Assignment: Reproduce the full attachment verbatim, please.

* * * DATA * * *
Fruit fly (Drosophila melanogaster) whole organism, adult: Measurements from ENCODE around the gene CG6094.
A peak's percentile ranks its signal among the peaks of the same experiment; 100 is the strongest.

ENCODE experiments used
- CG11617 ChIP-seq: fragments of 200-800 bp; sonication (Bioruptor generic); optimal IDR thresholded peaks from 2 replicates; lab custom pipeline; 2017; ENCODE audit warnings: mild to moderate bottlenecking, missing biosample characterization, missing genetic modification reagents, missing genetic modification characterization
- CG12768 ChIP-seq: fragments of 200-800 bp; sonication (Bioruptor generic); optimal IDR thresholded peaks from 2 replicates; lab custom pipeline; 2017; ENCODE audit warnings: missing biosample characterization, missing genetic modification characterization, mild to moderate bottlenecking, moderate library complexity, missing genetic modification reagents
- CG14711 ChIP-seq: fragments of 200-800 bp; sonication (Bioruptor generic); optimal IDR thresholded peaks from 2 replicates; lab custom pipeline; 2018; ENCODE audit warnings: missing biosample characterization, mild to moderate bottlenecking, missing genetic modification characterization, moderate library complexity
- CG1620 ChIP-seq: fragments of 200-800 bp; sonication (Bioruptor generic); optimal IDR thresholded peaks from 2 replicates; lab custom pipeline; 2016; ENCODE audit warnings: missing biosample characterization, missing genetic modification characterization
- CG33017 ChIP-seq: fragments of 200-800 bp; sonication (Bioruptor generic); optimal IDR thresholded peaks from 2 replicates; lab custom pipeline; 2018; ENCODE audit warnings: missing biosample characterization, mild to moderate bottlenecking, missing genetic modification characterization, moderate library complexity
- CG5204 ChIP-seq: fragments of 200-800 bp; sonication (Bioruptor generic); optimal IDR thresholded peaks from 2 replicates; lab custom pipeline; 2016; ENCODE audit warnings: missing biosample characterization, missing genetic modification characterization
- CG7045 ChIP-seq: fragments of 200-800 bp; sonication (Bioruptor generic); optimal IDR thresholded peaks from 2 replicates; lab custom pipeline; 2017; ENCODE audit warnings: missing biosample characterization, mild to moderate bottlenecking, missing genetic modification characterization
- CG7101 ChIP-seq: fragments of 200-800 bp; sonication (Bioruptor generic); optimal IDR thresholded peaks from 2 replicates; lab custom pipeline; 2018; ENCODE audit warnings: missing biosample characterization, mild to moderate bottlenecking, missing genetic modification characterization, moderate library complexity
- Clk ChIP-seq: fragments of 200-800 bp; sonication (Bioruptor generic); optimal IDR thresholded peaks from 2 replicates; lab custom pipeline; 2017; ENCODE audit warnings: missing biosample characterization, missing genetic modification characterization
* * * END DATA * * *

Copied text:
Fruit fly (Drosophila melanogaster) whole organism, adult: Measurements from ENCODE around the gene CG6094.
A peak's percentile ranks its signal among the peaks of the same experiment; 100 is the strongest.

ENCODE experiments used
- CG11617 ChIP-seq: fragments of 200-800 bp; sonication (Bioruptor generic); optimal IDR thresholded peaks from 2 replicates; lab custom pipeline; 2017; ENCODE audit warnings: mild to moderate bottlenecking, missing biosample characterization, missing genetic modification reagents, missing genetic modification characterization
- CG12768 ChIP-seq: fragments of 200-800 bp; sonication (Bioruptor generic); optimal IDR thresholded peaks from 2 replicates; lab custom pipeline; 2017; ENCODE audit warnings: missing biosample characterization, missing genetic modification characterization, mild to moderate bottlenecking, moderate library complexity, missing genetic modification reagents
- CG14711 ChIP-seq: fragments of 200-800 bp; sonication (Bioruptor generic); optimal IDR thresholded peaks from 2 replicates; lab custom pipeline; 2018; ENCODE audit warnings: missing biosample characterization, mild to moderate bottlenecking, missing genetic modification characterization, moderate library complexity
- CG1620 ChIP-seq: fragments of 200-800 bp; sonication (Bioruptor generic); optimal IDR thresholded peaks from 2 replicates; lab custom pipeline; 2016; ENCODE audit warnings: missing biosample characterization, missing genetic modification characterization
- CG33017 ChIP-seq: fragments of 200-800 bp; sonication (Bioruptor generic); optimal IDR thresholded peaks from 2 replicates; lab custom pipeline; 2018; ENCODE audit warnings: missing biosample characterization, mild to moderate bottlenecking, missing genetic modification characterization, moderate library complexity
- CG5204 ChIP-seq: fragments of 200-800 bp; sonication (Bioruptor generic); optimal IDR thresholded peaks from 2 replicates; lab custom pipeline; 2016; ENCODE audit warnings: missing biosample characterization, missing genetic modification characterization
- CG7045 ChIP-seq: fragments of 200-800 bp; sonication (Bioruptor generic); optimal IDR thresholded peaks from 2 replicates; lab custom pipeline; 2017; ENCODE audit warnings: missing biosample characterization, mild to moderate bottlenecking, missing genetic modification characterization
- CG7101 ChIP-seq: fragments of 200-800 bp; sonication (Bioruptor generic); optimal IDR thresholded peaks from 2 replicates; lab custom pipeline; 2018; ENCODE audit warnings: missing biosample characterization, mild to moderate bottlenecking, missing genetic modification characterization, moderate library complexity
- Clk ChIP-seq: fragments of 200-800 bp; sonication (Bioruptor generic); optimal IDR thresholded peaks from 2 replicates; lab custom pipeline; 2017; ENCODE audit warnings: missing biosample characterization, missing genetic modification characterization